Williams Production received a citation and fine from the Town of Flower Mound after failing to report a spill of flowback water in a timely manner.
The spill occurred at approximately 2:30 a.m. on March 17 at the Cummings C-West gas well pad site, located southeast of Red Rock and Hawk, north of FM 1171. Williams officials notified the town of the accident approximately eight hours later.
According to the town’s ordinances, “operators shall immediately notify the oil and gas inspector and Fire Marshal of any incident.”
In media reports related to the incident, an official with the town said that the incident “did not meet the town’s hazardous material team’s response levels because there was no immediate life, property or environmental hazard that would have necessitated response.”
Williams estimated that approximately 3,000 gallons of flowback water containing fracturing fluid and associated additives leaked from a tank that had a bad seal.
Flowback water is the very first water that a well produces when it starts to produce natural gas. Contractors were temporarily storing the water in frac tanks at the drill site, company officials said.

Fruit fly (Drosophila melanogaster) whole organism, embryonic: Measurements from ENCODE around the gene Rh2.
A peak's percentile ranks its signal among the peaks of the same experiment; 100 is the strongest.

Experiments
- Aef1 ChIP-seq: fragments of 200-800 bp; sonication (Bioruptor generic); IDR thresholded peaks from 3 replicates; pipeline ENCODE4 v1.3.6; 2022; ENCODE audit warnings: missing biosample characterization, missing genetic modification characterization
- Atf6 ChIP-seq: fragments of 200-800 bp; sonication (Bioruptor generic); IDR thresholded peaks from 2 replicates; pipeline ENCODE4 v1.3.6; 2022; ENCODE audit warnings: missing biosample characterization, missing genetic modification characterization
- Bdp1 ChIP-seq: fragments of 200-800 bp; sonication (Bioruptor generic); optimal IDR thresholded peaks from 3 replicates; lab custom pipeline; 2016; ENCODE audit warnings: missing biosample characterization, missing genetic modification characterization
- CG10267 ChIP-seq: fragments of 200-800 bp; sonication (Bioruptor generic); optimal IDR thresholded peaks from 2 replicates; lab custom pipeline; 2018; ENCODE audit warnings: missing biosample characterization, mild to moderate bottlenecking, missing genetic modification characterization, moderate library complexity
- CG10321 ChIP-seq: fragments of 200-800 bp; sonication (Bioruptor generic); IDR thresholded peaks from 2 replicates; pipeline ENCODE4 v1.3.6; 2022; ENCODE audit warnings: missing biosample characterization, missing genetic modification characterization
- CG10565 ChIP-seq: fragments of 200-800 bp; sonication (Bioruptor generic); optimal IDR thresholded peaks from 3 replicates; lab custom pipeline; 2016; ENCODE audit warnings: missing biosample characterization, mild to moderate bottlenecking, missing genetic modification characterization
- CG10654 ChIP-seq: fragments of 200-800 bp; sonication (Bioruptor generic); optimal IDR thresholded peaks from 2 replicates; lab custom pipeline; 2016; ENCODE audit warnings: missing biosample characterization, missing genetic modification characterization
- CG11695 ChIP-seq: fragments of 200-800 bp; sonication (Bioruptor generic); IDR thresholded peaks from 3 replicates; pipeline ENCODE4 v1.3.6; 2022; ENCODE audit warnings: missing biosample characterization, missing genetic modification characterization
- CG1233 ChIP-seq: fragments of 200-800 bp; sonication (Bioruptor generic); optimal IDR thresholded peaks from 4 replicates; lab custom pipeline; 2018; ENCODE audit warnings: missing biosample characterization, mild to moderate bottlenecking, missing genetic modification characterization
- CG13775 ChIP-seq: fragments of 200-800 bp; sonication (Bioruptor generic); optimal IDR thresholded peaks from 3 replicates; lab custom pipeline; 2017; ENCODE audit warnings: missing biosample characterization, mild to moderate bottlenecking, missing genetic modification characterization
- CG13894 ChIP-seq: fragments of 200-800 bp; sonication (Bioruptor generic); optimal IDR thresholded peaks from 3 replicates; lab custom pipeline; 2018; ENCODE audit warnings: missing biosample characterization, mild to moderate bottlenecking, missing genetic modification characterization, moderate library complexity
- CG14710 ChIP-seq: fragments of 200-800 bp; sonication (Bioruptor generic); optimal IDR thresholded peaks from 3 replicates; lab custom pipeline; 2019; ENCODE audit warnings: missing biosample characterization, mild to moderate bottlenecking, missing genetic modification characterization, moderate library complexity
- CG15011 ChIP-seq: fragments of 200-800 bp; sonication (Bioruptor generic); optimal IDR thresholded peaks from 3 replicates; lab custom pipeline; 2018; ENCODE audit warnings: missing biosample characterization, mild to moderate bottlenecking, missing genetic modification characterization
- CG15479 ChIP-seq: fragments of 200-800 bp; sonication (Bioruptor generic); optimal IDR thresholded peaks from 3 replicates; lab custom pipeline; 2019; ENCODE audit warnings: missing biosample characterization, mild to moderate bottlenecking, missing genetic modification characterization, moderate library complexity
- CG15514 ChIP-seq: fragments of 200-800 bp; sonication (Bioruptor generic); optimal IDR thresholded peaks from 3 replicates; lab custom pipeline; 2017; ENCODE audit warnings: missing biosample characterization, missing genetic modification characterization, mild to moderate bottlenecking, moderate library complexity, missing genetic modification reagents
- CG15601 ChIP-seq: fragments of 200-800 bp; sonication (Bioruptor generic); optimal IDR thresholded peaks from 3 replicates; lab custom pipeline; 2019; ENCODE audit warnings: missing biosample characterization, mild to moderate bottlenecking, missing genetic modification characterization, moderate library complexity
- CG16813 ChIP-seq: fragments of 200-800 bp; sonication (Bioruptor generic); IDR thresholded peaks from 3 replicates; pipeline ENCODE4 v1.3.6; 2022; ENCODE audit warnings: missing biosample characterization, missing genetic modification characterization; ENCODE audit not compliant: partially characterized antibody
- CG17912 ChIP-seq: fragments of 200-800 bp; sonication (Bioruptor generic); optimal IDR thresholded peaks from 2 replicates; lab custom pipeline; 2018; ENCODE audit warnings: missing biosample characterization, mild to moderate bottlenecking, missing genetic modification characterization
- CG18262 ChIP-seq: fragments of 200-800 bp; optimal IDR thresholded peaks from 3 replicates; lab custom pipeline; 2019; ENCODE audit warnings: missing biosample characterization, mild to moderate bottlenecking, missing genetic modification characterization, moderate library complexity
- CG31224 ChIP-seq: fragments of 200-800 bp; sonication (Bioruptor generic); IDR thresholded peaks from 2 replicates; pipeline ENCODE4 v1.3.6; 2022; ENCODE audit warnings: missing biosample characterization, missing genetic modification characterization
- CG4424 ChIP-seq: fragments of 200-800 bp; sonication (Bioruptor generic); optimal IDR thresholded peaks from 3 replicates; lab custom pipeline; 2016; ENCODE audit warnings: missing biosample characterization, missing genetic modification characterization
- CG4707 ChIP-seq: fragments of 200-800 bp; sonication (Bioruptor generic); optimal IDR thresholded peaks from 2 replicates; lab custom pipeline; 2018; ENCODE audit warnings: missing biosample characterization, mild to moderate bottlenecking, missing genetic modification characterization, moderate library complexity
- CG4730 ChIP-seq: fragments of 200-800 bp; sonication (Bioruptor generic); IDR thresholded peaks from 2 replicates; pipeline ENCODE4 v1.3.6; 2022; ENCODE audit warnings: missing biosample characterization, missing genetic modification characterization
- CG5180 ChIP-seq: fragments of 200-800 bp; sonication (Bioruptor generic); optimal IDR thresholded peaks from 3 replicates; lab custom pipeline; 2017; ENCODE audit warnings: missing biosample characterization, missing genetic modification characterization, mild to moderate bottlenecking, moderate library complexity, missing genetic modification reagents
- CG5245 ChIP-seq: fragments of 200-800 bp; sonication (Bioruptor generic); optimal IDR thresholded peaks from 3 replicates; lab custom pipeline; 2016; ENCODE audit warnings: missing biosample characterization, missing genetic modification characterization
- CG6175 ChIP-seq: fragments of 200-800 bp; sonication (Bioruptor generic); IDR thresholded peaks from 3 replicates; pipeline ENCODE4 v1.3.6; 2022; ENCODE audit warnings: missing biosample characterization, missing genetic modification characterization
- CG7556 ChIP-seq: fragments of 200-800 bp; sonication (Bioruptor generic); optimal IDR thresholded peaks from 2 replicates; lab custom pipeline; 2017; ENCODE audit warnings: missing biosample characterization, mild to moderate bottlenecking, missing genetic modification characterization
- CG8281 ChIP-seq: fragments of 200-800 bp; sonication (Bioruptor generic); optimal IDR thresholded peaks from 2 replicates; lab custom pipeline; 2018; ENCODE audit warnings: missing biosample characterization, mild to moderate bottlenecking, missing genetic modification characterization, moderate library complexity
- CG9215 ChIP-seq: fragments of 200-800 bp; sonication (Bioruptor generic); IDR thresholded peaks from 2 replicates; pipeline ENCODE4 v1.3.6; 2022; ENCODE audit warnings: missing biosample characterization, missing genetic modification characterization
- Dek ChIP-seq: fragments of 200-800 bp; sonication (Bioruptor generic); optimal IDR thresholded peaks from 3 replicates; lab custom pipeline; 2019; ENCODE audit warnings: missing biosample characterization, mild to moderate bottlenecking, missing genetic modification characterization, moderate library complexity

According to Williams’ blog, 80 percent of the water was recovered and the remainder soaked into the soil.
“Our environmental contractor delineated this impacted soil. A backhoe then excavated it for removal and it was replaced with fresh dirt. Ultimately, no surface water was impacted, no public property was affected, the environment was protected and we properly resolved the situation in the eyes of the person who owns the land (one of our leaseholders),” read a statement on the company’s blog.
It went on to say, “We accept the citation and intend to pay a fine next week once the Town Court assesses a final amount. The maximum allowable fine for not providing an immediate notification is $2,000. Going forward, our main priority is to prevent situations like the spill from occurring. We have reviewed processes and procedures, reinforced our standards with contractors and discussed ways to improve equipment inspections and response time.”
Ladd Biro, a Flower Mound resident who opposes urban gas exploration, criticized the company’s handling of the accident in light of the fact that Williams is seeking more drilling sites in populated areas of town.
“Only in Flower Mound can Williams get caught red-handed trying to cover-up a 3,000-gallon toxic flowback water spill one day, then get variances to drill too close to watersheds the next,” said Biro.